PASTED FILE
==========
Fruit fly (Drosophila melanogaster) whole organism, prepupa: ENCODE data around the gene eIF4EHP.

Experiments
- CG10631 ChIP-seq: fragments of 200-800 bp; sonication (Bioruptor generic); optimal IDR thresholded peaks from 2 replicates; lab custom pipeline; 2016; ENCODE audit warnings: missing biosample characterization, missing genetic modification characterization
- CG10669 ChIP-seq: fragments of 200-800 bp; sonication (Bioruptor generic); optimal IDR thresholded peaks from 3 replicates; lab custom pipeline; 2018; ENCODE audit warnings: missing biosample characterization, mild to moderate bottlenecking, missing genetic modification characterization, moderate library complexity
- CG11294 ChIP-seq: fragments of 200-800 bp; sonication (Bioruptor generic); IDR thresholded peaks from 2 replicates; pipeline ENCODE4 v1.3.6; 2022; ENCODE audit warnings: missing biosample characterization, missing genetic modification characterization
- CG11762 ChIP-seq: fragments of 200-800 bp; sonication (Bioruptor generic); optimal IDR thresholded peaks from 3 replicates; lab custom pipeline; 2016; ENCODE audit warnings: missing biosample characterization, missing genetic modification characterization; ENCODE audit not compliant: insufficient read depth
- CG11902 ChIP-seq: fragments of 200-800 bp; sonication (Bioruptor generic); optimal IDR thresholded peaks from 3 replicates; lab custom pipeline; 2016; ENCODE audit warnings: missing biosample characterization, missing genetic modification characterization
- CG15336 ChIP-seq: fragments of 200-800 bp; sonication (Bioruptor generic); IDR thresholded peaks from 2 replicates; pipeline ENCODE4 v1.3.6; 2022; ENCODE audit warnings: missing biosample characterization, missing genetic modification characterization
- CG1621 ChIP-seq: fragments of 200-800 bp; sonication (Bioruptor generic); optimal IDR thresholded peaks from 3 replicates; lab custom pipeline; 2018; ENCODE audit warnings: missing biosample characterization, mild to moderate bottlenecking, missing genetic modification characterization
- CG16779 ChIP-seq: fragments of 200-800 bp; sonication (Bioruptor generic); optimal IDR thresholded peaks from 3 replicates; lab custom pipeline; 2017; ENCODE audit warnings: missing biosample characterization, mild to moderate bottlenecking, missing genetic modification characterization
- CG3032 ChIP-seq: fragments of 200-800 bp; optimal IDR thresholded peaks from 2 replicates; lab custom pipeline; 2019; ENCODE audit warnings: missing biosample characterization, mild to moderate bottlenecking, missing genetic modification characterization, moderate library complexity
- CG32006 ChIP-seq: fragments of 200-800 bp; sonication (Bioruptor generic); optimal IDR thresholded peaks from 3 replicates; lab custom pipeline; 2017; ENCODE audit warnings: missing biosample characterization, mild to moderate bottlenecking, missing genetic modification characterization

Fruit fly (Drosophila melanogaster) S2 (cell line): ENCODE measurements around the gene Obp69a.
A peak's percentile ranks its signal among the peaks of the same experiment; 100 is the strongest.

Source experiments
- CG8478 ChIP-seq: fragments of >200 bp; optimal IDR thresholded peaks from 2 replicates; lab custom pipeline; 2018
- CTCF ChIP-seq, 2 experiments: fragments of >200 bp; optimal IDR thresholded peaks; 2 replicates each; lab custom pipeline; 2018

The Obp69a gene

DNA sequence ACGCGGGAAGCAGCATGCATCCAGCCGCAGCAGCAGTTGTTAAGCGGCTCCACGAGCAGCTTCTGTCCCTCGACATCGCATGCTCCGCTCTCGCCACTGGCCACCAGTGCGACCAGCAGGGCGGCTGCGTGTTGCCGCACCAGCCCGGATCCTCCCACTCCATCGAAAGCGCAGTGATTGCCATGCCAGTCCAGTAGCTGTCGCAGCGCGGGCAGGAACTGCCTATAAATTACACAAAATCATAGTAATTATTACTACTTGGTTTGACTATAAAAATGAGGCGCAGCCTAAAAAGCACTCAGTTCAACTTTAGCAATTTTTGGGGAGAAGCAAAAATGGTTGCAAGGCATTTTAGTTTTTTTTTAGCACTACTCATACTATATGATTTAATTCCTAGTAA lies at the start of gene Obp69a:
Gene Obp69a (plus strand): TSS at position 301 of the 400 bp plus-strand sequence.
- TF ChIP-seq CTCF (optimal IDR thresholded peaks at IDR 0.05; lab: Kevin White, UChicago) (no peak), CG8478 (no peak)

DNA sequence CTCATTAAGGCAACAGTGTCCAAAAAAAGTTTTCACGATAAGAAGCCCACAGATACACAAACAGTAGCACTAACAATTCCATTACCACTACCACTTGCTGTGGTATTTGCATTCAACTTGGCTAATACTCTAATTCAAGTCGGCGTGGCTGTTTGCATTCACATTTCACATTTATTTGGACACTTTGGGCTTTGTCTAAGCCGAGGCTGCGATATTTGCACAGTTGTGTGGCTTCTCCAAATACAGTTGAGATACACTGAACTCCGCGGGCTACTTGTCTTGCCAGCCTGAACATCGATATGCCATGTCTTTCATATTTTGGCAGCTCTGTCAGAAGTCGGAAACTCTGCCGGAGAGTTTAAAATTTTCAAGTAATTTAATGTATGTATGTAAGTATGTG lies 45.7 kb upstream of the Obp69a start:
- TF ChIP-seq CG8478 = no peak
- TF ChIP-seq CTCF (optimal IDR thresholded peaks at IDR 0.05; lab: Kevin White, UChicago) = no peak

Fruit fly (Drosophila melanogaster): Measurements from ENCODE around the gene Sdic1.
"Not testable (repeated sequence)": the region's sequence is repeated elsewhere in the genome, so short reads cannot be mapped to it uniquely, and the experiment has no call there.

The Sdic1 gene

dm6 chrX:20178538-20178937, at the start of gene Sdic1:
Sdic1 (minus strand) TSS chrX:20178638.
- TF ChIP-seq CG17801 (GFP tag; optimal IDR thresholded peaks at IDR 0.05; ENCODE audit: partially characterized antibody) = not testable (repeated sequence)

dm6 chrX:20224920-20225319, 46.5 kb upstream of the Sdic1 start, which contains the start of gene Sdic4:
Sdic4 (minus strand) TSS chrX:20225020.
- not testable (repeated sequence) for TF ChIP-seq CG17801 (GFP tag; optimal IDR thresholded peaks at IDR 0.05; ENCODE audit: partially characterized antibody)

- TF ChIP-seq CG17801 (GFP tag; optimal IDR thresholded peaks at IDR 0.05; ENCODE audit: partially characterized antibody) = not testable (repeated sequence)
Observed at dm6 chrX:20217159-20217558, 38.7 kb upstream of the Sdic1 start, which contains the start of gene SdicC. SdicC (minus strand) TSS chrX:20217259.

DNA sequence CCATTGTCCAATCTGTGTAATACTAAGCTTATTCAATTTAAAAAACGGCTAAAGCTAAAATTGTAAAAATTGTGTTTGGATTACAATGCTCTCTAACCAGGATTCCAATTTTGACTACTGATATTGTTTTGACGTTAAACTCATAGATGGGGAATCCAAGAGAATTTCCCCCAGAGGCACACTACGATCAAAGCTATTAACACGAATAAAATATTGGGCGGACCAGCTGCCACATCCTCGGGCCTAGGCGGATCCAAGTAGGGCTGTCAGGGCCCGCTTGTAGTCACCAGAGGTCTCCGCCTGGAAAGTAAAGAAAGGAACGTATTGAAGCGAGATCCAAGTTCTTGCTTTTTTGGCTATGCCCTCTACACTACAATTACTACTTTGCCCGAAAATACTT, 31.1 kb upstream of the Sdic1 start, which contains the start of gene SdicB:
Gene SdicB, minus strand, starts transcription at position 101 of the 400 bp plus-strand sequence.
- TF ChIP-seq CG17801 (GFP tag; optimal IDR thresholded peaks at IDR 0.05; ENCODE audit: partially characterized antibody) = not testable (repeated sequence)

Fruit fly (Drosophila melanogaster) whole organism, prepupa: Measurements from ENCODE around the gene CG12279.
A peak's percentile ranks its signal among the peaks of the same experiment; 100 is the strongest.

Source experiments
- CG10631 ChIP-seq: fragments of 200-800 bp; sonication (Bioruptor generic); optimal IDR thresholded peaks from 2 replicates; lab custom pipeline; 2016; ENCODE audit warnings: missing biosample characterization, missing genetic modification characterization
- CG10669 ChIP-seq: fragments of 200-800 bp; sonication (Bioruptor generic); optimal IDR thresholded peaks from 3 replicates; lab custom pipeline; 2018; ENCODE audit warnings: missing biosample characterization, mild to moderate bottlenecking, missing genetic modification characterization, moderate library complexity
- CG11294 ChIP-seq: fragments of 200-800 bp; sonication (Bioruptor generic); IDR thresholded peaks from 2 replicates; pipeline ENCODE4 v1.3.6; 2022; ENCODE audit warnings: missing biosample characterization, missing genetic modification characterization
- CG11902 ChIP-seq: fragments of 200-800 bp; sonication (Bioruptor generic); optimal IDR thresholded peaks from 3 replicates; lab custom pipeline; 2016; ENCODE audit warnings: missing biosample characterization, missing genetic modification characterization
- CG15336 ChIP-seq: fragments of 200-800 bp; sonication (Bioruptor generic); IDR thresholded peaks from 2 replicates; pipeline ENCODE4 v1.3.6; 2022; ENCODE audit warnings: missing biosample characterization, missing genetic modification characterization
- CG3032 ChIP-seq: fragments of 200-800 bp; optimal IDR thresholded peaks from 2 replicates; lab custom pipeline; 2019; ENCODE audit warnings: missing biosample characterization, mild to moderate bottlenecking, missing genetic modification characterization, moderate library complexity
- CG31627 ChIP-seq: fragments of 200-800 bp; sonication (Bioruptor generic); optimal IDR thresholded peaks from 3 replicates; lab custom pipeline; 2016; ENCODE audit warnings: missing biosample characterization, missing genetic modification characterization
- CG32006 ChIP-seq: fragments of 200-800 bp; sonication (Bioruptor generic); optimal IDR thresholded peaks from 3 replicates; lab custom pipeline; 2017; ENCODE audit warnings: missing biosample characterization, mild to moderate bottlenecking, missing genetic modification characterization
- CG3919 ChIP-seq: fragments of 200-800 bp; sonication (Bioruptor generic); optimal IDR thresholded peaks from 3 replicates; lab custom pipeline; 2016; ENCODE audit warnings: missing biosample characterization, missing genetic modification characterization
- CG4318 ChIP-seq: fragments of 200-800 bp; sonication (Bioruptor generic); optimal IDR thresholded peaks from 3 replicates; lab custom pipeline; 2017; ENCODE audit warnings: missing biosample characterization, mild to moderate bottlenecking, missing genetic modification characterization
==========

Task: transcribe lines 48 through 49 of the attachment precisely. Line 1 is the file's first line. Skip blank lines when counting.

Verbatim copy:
- CG31627 ChIP-seq: fragments of 200-800 bp; sonication (Bioruptor generic); optimal IDR thresholded peaks from 3 replicates; lab custom pipeline; 2016; ENCODE audit warnings: missing biosample characterization, missing genetic modification characterization
- CG32006 ChIP-seq: fragments of 200-800 bp; sonication (Bioruptor generic); optimal IDR thresholded peaks from 3 replicates; lab custom pipeline; 2017; ENCODE audit warnings: missing biosample characterization, mild to moderate bottlenecking, missing genetic modification characterization